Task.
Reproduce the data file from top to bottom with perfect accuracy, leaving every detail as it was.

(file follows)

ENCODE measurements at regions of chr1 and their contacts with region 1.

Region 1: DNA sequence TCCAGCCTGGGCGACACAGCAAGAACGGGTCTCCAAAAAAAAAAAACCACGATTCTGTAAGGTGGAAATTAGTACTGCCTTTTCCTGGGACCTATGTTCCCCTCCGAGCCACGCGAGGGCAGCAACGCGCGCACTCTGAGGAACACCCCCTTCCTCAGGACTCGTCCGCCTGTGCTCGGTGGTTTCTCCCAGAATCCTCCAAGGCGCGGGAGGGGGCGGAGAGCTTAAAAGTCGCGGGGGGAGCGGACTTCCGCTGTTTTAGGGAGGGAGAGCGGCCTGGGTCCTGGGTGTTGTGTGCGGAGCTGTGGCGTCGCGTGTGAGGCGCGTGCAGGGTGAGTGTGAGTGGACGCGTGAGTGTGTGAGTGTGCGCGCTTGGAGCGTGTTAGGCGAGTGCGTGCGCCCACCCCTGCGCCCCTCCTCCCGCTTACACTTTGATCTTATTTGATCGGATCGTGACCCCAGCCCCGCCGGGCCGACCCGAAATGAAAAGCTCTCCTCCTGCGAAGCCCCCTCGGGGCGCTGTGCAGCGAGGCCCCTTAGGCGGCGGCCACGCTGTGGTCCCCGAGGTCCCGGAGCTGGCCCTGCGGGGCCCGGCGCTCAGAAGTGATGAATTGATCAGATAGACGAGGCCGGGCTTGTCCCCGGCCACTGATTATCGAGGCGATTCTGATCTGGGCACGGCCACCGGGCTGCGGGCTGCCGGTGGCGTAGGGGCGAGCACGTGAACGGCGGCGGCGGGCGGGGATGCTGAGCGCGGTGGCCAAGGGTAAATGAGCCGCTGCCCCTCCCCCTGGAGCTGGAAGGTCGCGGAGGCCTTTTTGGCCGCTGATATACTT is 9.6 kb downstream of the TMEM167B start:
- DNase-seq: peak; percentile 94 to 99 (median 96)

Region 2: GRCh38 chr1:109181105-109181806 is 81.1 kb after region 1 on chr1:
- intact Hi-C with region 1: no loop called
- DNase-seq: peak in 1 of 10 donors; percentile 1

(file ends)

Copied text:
ENCODE measurements at regions of chr1 and their contacts with region 1.

Region 1: DNA sequence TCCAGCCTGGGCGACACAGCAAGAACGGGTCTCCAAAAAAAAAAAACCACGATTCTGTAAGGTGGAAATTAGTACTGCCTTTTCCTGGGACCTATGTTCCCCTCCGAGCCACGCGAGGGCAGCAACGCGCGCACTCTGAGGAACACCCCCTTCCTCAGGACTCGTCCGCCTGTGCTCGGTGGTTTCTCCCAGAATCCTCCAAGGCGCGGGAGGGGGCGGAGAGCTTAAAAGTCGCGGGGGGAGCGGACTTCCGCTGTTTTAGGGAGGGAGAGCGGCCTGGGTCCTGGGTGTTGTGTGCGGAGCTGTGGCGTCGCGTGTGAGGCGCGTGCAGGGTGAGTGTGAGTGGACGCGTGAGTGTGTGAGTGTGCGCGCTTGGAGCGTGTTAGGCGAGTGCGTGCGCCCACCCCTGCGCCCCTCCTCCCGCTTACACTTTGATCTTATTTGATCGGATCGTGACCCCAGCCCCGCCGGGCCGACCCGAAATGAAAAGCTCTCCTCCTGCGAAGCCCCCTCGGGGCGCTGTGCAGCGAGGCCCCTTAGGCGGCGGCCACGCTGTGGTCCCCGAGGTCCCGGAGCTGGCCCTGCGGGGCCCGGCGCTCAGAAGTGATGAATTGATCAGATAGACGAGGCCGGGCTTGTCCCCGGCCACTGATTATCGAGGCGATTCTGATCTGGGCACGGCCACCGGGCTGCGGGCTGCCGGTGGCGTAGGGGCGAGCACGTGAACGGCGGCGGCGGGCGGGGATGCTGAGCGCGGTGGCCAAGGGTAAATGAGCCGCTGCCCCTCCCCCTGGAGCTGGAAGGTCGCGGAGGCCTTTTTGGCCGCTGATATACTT is 9.6 kb downstream of the TMEM167B start:
- DNase-seq: peak; percentile 94 to 99 (median 96)

Region 2: GRCh38 chr1:109181105-109181806 is 81.1 kb after region 1 on chr1:
- intact Hi-C with region 1: no loop called
- DNase-seq: peak in 1 of 10 donors; percentile 1